Junco Fledgling Visits Our Patio
Our friend, Bob, was visiting our Walnut Creek house after the two of us took a between shower walk around Heather Farm Park. As we sat talking, I noticed a streak pass the window. Thinking a Lesser Goldfinch must have then hit our sliding glass door, I looked around the corner. Instead of a goldfinch, it was a fledgling Oregon Junco, which was following an adult into the patio. I showed it to Bob and grabbed the meal worm container from the refrigerator. Hoping they wouldn't spook, I slid open the door and tossed a big spoonful of worms onto the cement.
About the same time the juncos arrived, so did a CA Towhee, but I put enough worms out that the fledgling junco was fed 8-10 worms before the towhee scarfed up the rest.
This was definitely cool.
Hugh B. Harvey
Just north of Heather Farm Park
Little Drummer Boy
Jaan Lepson <lepson@...>
For the past 5 days a Nuttall's Woodpecker has been drumming in my
neighborhood. He regularly visits at least 4 trees, based on distance and
direction of the drumming. I've enjoyed its staccato rapping - not sure
if I've heard any drumming from home before. It also lets loose with a
loud, strident "klee-klee-klee-klee!" vocalization that I've not heard
before (and don't see mentioned in Sibley).
The Heartbreak of Predation
Jaan Lepson <lepson@...>
Once again Mourning Doves have nested in my yard. This time they chose to
build in a hanging basket of epiphyllum cactus under the eaves in front of
my office. Good choice - nice and dry and not too obvious. Meanwhile, a
pair of crows are nesting in the top of the neighbor's redwood - you can
see where this is going.
The dove chick hatched and all was going well until a couple of days ago,
when I noticed a crow spending too much time nearby in the front yard.
Sure enough, after a couple of days we saw that the dove was gone and the
basket was still swinging. I went out to check, and a crow flew off from
the adjacent juniper tree. We must have just missed the predation event.
As I've said before, it's a wonder we have any doves at all!
CA Towhee bigger and stronger than Juncos
Starting yesterday morning, I noticed the CA Towhee, which was joined by a second one, has been taking the meal worms from our patio. If the Oregon Junco arrives first, it can grab a beakful of worms, otherwise the CA Towhee is much to big for the Junco to compete. The Junco lands nearby, but does not move in to grab worms. The Towhee(s) will grab them all. The Chestnut-backed Chickadees have not figured out that we put some worms for them into a little basket near the peanut feeder.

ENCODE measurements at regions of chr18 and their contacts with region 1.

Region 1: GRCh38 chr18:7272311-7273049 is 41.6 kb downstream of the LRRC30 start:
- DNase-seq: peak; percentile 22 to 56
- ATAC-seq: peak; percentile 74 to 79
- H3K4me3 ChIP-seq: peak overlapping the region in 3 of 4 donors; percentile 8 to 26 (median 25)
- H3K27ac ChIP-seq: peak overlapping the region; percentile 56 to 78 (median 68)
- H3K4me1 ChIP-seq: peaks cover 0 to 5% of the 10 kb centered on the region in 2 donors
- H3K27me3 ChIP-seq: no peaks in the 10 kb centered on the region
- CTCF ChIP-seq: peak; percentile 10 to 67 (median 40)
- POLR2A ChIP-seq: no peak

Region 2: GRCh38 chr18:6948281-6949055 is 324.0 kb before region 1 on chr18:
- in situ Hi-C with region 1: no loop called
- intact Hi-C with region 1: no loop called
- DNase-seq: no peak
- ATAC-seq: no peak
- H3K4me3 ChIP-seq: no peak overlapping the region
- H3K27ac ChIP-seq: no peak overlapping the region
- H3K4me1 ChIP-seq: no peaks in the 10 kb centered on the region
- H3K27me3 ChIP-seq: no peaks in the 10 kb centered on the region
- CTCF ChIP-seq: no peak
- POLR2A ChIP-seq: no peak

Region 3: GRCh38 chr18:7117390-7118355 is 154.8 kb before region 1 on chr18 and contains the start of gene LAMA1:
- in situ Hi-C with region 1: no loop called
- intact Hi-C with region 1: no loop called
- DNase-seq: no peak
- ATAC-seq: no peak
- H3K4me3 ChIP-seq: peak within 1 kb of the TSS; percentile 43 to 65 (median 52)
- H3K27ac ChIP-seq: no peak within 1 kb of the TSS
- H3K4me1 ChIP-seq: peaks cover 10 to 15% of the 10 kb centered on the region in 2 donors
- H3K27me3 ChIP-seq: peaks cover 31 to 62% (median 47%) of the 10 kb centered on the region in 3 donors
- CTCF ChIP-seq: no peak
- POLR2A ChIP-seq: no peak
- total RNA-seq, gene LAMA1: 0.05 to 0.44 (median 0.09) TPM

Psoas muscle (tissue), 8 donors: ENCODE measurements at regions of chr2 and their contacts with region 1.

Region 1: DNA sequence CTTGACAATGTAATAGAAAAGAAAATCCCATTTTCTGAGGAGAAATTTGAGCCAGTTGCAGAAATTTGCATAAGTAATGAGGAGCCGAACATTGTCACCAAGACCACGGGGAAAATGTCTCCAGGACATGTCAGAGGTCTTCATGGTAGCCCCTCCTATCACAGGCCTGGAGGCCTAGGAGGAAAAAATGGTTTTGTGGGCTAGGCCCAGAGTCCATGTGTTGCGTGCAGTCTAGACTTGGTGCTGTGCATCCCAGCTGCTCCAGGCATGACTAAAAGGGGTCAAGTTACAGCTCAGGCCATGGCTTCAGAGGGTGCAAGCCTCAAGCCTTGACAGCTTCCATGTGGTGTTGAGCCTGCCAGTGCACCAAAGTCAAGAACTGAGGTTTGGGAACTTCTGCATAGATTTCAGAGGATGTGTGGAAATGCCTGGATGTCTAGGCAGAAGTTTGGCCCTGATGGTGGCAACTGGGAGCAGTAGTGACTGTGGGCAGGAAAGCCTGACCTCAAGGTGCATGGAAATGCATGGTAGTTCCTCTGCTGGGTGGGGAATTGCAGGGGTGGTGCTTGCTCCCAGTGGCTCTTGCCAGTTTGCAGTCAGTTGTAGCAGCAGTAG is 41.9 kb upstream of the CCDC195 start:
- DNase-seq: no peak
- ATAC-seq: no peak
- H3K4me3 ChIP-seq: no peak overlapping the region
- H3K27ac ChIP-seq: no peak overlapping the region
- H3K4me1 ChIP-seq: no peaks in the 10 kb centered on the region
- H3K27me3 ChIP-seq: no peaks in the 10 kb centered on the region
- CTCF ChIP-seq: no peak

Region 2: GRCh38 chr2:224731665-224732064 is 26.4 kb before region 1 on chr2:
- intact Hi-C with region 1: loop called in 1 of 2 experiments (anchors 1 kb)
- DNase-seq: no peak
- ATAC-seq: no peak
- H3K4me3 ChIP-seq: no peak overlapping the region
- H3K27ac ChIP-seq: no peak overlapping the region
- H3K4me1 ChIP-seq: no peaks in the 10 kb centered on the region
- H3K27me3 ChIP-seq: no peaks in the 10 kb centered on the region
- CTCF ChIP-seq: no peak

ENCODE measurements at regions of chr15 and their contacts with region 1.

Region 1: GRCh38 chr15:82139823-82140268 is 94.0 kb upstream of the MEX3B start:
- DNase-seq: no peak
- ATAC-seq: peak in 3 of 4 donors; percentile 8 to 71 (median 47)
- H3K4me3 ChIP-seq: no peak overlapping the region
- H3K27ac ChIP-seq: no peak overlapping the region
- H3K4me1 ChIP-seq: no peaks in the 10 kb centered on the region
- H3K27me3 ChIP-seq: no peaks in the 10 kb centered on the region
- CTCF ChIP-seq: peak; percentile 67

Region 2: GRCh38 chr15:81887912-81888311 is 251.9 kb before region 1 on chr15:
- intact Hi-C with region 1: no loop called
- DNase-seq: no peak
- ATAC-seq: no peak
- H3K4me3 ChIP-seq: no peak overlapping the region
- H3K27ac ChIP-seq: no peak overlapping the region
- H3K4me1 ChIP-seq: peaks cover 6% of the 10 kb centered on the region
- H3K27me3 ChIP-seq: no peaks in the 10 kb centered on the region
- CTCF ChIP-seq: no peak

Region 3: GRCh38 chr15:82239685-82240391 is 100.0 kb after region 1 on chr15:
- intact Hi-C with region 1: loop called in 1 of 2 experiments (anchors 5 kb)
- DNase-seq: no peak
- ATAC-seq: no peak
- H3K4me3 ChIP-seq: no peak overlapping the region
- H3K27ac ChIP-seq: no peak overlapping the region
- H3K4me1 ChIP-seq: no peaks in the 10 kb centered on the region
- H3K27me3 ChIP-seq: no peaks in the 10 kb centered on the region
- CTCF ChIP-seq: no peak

Meanwhile, a female Anna's Hummingbird and female Lesser Goldfinch continue to take nesting material. Sometimes it is the commercial material, sometimes raw wool.
Hugh B. Harvey
Dublin Park - Tassajara Rd
Ken Wilson <kaeagles@...>
I stopped by a small opem space off Tassajara in Dublin today around 3 PM: I'm not sure if it's called Tassajara Park or Dublin Regional.
Turkey Vultures (several)
Wild Turkeys (4)
Spotted Towhee (2)
California Towhee (2)
Bullock's Oriole - 1 male/2 females
Yellow-rumped Warbler (many)
Western Scrub Jay (several)
Wilson's Warbler (2)
Bewick's Wren (3)
Black-chinned Hummingbird, Antioch
This afternoon we had our FOS Black-chinned Hummingbird in our backyard.
Paul and Nancy Schorr
Birding Niles Hotspots today
Three of us from Ohlone Audubon braved this morning's changeable weather for some birding in Niles, turning up 48 species. Highlights were as follows.
Niles Community Park:
40 cedar waxwings
1 Allen's hummingbird
3 common mergansers in the Alameda Creek channel
Chase St. access to Alameda Creek trail:
1 Bullock's oriole in the field
Niles Staging Area along Alameda Creek:
6 ring-necked ducks
2 common mergansers
1 spotted sandpiper
1 band-tailed pigeon (flyover)
1 western kingbird (flyover)
Misson Adobe Nusery:
4 Pacific slope flycatchers
1 orange-crowned warbler
1 Wilson's warbler
1 black-throated gray warbler
2 black-headed grosbeaks
4 hooded orioles
1 red-breasted nuthatch
1 Allen's hummingbird
Hayward Shoreline Yellow-b. Chat
Went to the Hayward Shoreline at the west end of Winton Avenue this morning right as the rain ended and the sun came out. I had a singing Yellow-breasted Chat in the trees across from the park office.